Heat Check! Super Producer Just Blaze Stays on Fire

The name Just Blaze is synonymous with Hip-Hop history. His production discography reads like a virtual who’s who in Hip-Hop ranging from the late 1990s, until today. Those songs range from Jay Z’s classic “Girls, Girls, Girls,” Cam’ron’s “Oh Boy,” Fabolous’ “Can’t Let You Go” and “Breathe,” and T.I. & Rihanna’s “Live Your Life” to Beyoncé & Kendrick Lamar’s “Freedom.” The New Jersey-native made time for M.I.Q. to discuss his illustrious career, his current projects and a deal he signed with Reservoir Media Management at the top of 2017.

There’s so much to cover, why don’t you tell us what you’re currently working on?

Funny, I’m involved in a project that I’m not yet able to talk about. It’s for one of Rap’s foremost MCs and highest selling artists. I’m currently producing and writing for what will likely be his first single, if not, his second single for sure. I produced the record along with a new artist of mine by the name of OnCue. As for OnCue, I’ve been working with him, grooming him and getting him ready. We just got our first offer from a major label.

There’s also a documentary in the works about my life and career. The director and editors are in the final stages. I’m also working on the music. Now that we’re in the editing process, I’m working on the score and looking for records of mine that will work for certain scenes. There’s self-licensing along with new music for this documentary. I don’t have an exact release date but possibly sometime between October and November.

I was in the midst of working on an EP for Hall & Nash when Shady (Interscope) approached us. Now that they’re signed to Shady, we’re determining which records go to that project versus the EP.

Talk a bit about your publishing deal with Reservoir.

We finalized the deal at the top of this year. For years I’ve prided myself on being self-contained and doing everything for myself. I’d gotten to a point where I’d get a big movie synch or a big ad campaign synch and it works out great. I’ve made more money licensing a [single] record through a campaign or a movie trailer than I’ve made on the actual record itself. Things were happening organically. It wasn’t happening because someone was actively exploiting my catalog. So, that was my main reasoning for bringing Reservoir in. I have 17 years’ worth of music catalog which we need to go above and beyond in exploiting. As for my new stuff going forward, [we did] an admin deal.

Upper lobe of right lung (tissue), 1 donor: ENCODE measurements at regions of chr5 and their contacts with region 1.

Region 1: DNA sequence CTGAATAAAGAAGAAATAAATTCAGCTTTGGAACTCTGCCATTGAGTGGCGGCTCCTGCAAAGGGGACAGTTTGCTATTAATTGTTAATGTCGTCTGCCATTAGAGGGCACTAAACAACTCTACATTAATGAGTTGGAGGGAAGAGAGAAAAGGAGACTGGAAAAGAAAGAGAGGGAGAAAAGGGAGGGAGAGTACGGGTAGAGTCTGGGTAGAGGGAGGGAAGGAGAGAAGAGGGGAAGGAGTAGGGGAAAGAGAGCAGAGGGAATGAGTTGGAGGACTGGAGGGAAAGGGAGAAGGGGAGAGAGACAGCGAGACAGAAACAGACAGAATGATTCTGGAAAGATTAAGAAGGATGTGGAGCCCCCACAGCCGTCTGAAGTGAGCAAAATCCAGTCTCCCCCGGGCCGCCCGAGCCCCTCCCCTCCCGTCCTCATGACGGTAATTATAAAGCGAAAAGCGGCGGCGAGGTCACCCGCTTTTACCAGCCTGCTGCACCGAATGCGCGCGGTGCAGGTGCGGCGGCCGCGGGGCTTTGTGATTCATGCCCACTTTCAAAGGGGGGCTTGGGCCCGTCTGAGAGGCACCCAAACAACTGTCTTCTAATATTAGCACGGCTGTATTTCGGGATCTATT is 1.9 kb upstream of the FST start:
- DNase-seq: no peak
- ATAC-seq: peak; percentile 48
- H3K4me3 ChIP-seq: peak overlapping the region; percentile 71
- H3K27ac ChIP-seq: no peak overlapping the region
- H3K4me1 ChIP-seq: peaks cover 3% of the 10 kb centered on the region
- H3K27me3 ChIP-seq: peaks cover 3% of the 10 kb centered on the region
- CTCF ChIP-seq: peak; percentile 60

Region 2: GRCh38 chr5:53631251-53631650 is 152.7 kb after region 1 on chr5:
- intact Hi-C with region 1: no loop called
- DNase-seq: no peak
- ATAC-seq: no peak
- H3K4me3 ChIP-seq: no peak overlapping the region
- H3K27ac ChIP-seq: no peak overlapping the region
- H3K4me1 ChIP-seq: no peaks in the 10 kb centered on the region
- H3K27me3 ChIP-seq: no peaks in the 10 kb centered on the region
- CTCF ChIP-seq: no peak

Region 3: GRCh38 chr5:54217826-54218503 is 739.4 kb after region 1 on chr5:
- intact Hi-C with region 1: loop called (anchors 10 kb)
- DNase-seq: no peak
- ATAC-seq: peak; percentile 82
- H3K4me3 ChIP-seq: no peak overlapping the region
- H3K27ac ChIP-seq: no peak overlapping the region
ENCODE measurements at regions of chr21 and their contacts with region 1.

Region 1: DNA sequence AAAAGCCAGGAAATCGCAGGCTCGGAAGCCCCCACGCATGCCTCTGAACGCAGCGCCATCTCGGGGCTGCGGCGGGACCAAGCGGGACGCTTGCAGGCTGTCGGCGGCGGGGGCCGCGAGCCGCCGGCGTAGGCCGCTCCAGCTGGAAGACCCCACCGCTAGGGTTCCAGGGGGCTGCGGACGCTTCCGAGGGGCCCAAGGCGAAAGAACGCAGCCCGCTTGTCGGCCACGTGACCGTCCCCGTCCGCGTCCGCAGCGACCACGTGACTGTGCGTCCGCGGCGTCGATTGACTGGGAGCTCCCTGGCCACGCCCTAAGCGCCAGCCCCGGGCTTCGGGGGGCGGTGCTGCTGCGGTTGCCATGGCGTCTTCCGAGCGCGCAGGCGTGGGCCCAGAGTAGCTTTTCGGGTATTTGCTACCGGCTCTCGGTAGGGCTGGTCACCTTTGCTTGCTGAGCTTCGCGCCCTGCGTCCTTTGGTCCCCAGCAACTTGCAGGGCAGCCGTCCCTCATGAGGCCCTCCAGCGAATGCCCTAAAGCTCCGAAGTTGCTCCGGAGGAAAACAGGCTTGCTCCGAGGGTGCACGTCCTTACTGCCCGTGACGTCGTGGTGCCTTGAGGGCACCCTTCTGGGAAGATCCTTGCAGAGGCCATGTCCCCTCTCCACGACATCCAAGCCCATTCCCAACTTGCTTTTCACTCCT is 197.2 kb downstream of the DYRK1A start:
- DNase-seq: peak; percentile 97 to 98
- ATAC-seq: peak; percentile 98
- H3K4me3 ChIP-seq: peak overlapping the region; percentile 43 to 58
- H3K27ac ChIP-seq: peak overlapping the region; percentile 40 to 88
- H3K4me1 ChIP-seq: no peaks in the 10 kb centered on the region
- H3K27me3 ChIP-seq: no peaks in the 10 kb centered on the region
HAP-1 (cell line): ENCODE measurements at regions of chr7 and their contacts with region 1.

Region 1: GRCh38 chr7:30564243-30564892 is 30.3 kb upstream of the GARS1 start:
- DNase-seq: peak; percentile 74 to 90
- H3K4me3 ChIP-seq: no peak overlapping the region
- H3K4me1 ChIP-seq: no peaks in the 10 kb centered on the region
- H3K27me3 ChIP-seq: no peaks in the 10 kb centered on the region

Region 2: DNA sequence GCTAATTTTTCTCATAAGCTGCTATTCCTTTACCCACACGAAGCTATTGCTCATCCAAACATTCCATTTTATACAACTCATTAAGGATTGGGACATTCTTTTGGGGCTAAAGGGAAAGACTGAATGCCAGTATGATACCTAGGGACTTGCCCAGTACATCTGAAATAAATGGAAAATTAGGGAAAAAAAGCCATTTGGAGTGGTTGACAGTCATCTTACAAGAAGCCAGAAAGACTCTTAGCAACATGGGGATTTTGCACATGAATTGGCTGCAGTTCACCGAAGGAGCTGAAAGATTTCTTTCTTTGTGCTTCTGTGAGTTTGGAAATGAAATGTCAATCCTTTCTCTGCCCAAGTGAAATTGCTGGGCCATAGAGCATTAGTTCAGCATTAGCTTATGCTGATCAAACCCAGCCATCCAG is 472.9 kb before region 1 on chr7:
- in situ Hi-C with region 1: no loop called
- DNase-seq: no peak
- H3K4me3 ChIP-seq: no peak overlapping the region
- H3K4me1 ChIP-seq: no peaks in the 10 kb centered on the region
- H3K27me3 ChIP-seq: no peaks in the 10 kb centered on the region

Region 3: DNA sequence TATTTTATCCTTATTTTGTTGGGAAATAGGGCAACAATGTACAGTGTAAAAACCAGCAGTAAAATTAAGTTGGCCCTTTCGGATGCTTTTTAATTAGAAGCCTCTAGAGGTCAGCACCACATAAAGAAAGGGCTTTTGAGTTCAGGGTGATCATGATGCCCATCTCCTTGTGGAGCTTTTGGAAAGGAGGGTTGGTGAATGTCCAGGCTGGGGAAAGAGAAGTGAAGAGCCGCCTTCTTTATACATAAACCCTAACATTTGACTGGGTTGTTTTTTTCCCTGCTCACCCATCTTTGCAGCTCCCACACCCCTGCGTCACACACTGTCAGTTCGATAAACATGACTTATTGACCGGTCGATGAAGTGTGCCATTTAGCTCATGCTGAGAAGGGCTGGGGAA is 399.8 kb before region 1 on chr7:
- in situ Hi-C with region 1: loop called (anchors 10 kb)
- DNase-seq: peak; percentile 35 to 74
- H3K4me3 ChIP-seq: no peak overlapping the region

You recently generated quite a buzz with your Beat Battle versus Swizz Beatz.

Swizz and I are longtime homies. And the Beat Battle was something we always joked about doing. It’s part of the documentary that I mentioned. A lot of the people there didn’t know that was part of a documentary. It wasn’t staged. It was definitely spur-of-the moment. It was initially supposed to be a 30 to 45-minute scene for the documentary but it went on for nearly 3 hours. Had you left it up to us, we would have been there all night. We definitely did that for the culture.

Can you discuss your work on the recent Faith Evans Tribute album to the Notorious B.I.G., The King & I?

That was great. The hardest part was trying to find BIGGIE verses that no one ever heard before or that hadn’t been mixed a million times before. To do that, we had to go outside of his Bad Boy catalog. We needed to find things that were rare and as unheard as possible. Once I found them for the two records I recorded on Faith, I thought it was perfect. It required some manipulation. I had to make BIGGIE say words he didn’t originally say but that’s what’s so amazing about technology today. We couldn’t have done this album just ten years ago.

It’s been nearly 20 for you as a producer yet you continue to produce at some of the highest levels. Talk about the experience working on the Beyoncé & Kendrick Lamar track, “Freedom.”

I’m just grateful that artists of that caliber – and that are veterans – still care enough to even reach out and get something from me. Most producers in today’s Hip-Hop and Electronic music – where the sounds are changing constantly and the players are changing constantly – only get three or four years at this game…that’s it. Beyoncé already had a demo to the song, felt “Just Blaze needs to do this” and called me immediately. What an honor, man. I’m one of the few rap producers who hasn’t come out as a performing artist, a rapper or a singer. I know my lane and I do what I do. The fact that I have that happening for me and people still care in 2017 or 2018, I feel that’s a blessing.

With that said, do you feel the need to conform, like producing Trap songs or something?

It’s not about conforming, it’s about evolution. You can’t do the same thing your entire career. People always give Nas flack because he hasn’t made another Illmatic. Had he made five more Illmatics, the original wouldn’t be as special. For me, it’s the same thing. I never felt that this is the sound that’s hot right now so this is the style I need to make.

One big advantage that I have is that I’m a DJ. Most nights a week, I’m on a stage somewhere or in a booth being a DJ. I didn’t make the transition from producer to DJ. I started out as a DJ – that’s how I learned how to produce. So, I don’t feel I have to conform and start making Trap music. I do what I traditionally do and make it fit into what I do as a DJ.

Do you truly understand your legacy or role in the culture?

I do understand it…but I try not to dwell on it because I don’t want to live totally in the past. I’ve seen guys fall victim to their own hype. I do understand and respect that I am a part of history… but I don’t let that guide my movements today.